KANSAS CITY, Mo. — Kansas City Royals owner John Sherman said during a press conference on Tuesday, he wants the stadium to be in a place with meaningful community impact and economic growth that benefits the region.
One of those places could be downtown Kansas City.
Businesses owners told KSHB 41 News it would be a home run having the Royals be their neighbors.
"Being a downtown resident for 15 years and a downtown business owner we just couldn’t be more excited," Dan Walsh, Owner of Spoke Cafe and Cyclery said. "Anytime something happens in town, it increased our business, so when you’re talking 81 dates plus of course post season we can be very excited about the traffic that that could potentially produce downtown for us."
The excitement flows down Main Street to another business, Taps on Main.
"It’s always been there that it’s a possibility but it’s certainly it’s exciting now that it’s being talked about more and just to be able to walk to a stadium from Taps on Main, I can’t even put into words what that would mean to us," Grant Tower, owner of Taps on Main said.
The group proposed it being located at 10th and Cherry spanning to 71 Highway. Right now the area consists of a few buildings and parking lots.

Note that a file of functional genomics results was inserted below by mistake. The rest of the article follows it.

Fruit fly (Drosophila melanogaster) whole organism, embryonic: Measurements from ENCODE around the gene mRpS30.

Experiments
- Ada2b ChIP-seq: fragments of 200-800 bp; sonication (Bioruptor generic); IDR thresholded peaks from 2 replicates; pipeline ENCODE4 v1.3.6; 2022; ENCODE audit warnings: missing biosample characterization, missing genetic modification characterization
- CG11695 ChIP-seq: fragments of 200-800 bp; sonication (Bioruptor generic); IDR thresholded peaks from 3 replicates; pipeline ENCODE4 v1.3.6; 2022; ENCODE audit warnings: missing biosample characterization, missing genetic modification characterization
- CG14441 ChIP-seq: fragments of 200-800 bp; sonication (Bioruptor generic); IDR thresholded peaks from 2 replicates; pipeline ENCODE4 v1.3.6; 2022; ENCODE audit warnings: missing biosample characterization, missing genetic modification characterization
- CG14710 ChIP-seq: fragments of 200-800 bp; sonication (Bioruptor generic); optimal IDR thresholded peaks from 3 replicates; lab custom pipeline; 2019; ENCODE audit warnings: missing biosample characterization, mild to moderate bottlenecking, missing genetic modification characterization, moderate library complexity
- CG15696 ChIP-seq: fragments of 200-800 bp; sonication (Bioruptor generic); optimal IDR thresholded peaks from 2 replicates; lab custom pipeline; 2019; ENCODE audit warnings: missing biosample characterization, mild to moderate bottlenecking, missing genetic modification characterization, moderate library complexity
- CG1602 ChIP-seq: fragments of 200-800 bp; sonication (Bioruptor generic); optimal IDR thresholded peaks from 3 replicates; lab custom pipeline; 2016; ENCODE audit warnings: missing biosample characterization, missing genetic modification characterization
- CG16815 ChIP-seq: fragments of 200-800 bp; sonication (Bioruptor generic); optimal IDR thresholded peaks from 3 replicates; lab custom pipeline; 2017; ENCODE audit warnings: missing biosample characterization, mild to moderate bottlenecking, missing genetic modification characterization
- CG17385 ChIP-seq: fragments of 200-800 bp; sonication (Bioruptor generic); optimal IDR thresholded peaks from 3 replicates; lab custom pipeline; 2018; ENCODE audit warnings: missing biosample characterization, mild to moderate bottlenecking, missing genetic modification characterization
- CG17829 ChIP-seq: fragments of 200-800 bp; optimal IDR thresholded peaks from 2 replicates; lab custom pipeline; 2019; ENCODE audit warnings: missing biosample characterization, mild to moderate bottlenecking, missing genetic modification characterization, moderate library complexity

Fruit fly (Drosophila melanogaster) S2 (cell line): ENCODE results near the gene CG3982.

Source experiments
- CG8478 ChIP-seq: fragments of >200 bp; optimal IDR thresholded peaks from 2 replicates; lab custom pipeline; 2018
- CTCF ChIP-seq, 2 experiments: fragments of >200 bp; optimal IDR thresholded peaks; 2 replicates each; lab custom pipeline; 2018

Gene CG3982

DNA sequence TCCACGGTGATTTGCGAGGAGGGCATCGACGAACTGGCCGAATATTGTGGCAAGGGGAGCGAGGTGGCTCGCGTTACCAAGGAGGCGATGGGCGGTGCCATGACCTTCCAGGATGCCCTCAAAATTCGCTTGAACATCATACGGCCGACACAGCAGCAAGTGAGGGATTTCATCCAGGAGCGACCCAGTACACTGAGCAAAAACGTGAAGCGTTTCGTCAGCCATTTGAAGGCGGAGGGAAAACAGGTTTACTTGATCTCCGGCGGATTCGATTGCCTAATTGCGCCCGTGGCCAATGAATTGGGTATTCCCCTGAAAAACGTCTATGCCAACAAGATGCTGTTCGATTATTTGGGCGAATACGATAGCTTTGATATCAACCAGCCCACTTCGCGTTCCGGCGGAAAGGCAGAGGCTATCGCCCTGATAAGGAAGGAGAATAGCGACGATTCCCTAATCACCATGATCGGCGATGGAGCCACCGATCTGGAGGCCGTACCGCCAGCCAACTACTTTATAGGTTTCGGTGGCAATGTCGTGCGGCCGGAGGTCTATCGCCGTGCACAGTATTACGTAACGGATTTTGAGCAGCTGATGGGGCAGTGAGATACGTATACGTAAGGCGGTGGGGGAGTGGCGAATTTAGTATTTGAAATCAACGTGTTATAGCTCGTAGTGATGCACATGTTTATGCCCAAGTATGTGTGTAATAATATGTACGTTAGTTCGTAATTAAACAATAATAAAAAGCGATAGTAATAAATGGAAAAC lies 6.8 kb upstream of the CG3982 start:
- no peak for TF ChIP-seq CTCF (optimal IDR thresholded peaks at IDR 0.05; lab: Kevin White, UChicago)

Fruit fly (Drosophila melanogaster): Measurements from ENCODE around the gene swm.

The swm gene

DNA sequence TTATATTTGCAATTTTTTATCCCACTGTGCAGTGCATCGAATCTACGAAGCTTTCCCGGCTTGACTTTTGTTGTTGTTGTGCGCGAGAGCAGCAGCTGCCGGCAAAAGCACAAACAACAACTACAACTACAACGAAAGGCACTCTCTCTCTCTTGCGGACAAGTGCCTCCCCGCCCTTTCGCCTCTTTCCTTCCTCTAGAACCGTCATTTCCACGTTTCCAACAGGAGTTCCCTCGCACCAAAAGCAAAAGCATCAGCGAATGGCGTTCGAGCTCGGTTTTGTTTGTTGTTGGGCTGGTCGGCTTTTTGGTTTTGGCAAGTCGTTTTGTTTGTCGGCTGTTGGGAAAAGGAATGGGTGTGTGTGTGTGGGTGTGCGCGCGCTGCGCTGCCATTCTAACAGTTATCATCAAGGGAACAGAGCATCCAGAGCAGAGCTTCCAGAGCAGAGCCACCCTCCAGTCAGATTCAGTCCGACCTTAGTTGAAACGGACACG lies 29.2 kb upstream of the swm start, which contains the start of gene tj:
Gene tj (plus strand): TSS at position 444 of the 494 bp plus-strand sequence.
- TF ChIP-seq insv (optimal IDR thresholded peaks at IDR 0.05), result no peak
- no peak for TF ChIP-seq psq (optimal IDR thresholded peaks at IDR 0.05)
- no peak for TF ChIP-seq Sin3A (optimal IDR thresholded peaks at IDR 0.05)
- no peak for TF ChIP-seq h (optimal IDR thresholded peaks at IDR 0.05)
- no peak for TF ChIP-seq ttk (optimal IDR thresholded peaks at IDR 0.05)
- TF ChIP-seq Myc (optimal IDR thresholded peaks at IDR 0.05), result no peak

The Royals lease ends at the Truman Sports Complex after the 2030 season.
The owner of Pendulum sent KSHB 41 News this statement:
“Change is often frowned upon, but progress is endearing. Over the last ten years there have been several relevant examples of sports facility (specifically baseball) developments that have resulted in economic growth for the region and enhanced quality of life for the surrounding areas. While Camden Yards in Baltimore’s Inner Harbor was the design standard for a new era of ballpark development in 1992, Truist Park within the Battery Development in Cobb County, GA has set the tone for a targeted live/work/play environment that makes the kind of community impact and enhanced quality of life that I think Mr. Sherman was referring to in his comments today. As such we see similar redevelopment in St. Louis around the Ballpark Village project that will foster that same positive impact for residents and patrons of the district.
At a much smaller scale, we even see this focus on economic redevelopment in places such as Gastonia, NC, a suburb of Charlotte, NC. Here, Pendulum just completed a 5,000-capacity ballpark with an emphasis on $100M in development that will share the same footprint.
What resonates with me most about Mr. Sherman’s comments today is that his vision for impacting more than just a very narrow band of citizens in the Kansas City region demonstrates business savvy and authenticity. Although he did not commit to a move or even a specific location if a move were to happen, a downtown ballpark in my opinion is a step in the right direction of progress.”
During the announcement on Tuesday, Sherman didn't specify a specific location of where the stadium would be downtown.